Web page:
A New York Times 2016 Notable Book “By far the most enigmatic leading figure” of World War II. That’s how the British military historian John Keegan described Franklin D. Roosevelt, who frequently left his contemporaries guessing, never more so than at the end of his life. Here, in a hugely insightful account, a prizewinning author and journalist untangles the narrative threads of Roosevelt’s final months, showing how he juggled the strategic, political, and personal choices he faced as the war, his presidency, and his life raced in tandem to their climax. The story has been told piecemeal but never like this, with a close focus on Roosevelt himself and his hopes for a stable international order after the war, and how these led him into a prolonged courtship of Joseph Stalin, the Soviet dictator, involving secret, arduous journeys to Tehran and the Crimea. In between, as the war entered its final phase, came the thunderbolt of a dire medical diagnosis, raising urgent questions about the ability of the longest-serving president to stand for a fourth term at a time when he had little choice. Neither his family nor top figures in his administration were informed of his diagnosis, let alone the public or his closest ally, Winston Churchill. With D-Day looming, Roosevelt took a month off on a plantation in the south where he was examined daily by a navy cardiologist, then waited two more months before finally announcing, on the eve of his party’s convention, that he’d be a candidate. A political grand master still, he manipulated the selection of a new running mate, with an eye to a possible succession, displaying some of his old vigor and wit in a winning campaign. With precision and compassion, Joseph Lelyveld examines the choices Roosevelt faced, shining new light on his state of mind, preoccupations, and motives, both as leader of the wartime alliance and in his personal life. Confronting his own mortality, Roosevelt operated in the belief that he had a duty to see the war through to the end, telling himself he could always resign if he found he couldn’t carry on. Lelyveld delivers an incisive portrait of this deliberately inscrutable man, a consummate leader to the very last.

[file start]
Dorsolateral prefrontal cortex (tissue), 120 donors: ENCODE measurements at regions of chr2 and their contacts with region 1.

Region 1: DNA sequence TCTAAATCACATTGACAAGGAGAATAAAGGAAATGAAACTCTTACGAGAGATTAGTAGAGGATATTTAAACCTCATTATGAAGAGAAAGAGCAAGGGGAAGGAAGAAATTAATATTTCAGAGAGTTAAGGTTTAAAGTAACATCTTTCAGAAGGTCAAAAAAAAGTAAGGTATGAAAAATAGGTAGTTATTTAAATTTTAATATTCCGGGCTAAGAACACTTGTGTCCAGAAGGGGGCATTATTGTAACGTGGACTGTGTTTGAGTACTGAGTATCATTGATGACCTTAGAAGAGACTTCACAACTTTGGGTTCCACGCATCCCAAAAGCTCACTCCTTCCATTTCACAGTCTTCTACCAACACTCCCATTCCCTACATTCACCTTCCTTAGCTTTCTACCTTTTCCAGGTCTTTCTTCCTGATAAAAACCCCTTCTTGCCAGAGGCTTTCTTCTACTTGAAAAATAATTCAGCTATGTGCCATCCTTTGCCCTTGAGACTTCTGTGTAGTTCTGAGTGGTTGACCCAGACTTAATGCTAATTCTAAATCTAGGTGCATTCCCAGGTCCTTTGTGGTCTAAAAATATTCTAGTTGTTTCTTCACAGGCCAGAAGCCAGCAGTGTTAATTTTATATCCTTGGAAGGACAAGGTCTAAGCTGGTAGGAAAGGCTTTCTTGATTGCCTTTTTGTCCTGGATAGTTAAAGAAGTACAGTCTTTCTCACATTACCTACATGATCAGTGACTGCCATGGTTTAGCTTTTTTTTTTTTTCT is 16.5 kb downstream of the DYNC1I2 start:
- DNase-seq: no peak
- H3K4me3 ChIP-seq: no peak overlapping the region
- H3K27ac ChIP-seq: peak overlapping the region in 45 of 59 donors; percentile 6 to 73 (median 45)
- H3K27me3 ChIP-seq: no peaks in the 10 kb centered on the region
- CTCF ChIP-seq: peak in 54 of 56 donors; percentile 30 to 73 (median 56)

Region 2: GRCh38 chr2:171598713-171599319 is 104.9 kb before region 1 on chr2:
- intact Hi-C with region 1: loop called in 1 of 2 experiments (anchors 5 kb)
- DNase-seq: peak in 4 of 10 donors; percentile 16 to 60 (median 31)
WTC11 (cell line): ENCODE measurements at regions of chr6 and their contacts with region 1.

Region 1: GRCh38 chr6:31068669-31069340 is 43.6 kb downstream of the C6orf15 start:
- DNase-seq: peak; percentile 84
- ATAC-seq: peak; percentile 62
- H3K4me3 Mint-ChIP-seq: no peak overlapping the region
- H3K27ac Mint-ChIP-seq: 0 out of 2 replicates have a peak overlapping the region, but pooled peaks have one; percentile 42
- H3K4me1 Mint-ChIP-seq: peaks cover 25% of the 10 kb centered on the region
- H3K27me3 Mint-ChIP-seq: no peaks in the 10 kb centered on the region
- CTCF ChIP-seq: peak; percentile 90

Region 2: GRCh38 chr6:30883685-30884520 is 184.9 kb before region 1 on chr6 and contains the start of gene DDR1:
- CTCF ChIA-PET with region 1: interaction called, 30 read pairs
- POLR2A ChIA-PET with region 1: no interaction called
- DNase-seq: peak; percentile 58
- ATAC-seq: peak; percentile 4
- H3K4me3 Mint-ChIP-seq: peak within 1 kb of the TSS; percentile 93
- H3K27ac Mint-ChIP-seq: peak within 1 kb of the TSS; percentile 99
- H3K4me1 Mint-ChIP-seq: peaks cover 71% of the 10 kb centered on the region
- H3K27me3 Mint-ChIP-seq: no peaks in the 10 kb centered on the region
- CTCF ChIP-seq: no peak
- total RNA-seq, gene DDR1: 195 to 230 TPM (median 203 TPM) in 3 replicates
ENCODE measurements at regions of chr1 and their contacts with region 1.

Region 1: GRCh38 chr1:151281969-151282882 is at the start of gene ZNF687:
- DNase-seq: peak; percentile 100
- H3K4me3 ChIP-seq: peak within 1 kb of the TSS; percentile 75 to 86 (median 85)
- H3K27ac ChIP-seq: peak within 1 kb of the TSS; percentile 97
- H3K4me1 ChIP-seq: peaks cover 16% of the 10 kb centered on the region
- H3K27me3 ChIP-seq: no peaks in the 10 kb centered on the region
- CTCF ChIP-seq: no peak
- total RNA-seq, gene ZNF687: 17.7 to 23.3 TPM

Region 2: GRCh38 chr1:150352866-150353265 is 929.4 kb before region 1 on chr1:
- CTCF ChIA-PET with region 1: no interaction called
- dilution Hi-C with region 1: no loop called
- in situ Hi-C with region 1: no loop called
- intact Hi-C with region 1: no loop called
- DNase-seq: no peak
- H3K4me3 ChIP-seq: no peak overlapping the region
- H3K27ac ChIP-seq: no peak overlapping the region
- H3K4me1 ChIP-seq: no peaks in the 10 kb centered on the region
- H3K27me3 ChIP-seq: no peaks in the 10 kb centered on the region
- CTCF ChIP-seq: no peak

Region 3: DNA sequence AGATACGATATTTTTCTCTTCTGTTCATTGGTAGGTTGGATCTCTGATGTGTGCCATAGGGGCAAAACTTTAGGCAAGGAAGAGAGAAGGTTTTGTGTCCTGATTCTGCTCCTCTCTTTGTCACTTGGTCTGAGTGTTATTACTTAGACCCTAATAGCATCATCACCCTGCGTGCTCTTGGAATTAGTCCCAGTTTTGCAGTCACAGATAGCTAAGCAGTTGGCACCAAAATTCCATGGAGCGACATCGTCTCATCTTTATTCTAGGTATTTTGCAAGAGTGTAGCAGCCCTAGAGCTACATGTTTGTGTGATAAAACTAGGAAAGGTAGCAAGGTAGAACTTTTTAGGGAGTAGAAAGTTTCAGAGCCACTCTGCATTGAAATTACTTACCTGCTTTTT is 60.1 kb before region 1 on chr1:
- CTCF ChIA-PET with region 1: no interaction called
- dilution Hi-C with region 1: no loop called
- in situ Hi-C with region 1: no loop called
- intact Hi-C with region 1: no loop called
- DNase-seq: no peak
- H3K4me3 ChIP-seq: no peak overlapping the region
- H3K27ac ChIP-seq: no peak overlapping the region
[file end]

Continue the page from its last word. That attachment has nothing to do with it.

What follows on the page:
A revealing portrait of the end of Franklin Delano Roosevelt's life and presidency, shedding new light on how he made his momentous final policy decisions The first hundred days of FDR's presidency are justly famous, often viewed as a period of political action without equal in American history. Yet as historian David B. Woolner reveals, the last hundred might very well surpass them in drama and consequence. Drawing on new evidence, Woolner shows how FDR called on every ounce of his diminishing energy to pursue what mattered most to him: the establishment of the United Nations, the reinvigoration of the New Deal, and the possibility of a Jewish homeland in Palestine. We see a president shorn of the usual distractions of office, a man whose sense of personal responsibility for the American people bore heavily upon him. As Woolner argues, even in declining health FDR displayed remarkable political talent and foresight as he focused his energies on shaping the peace to come.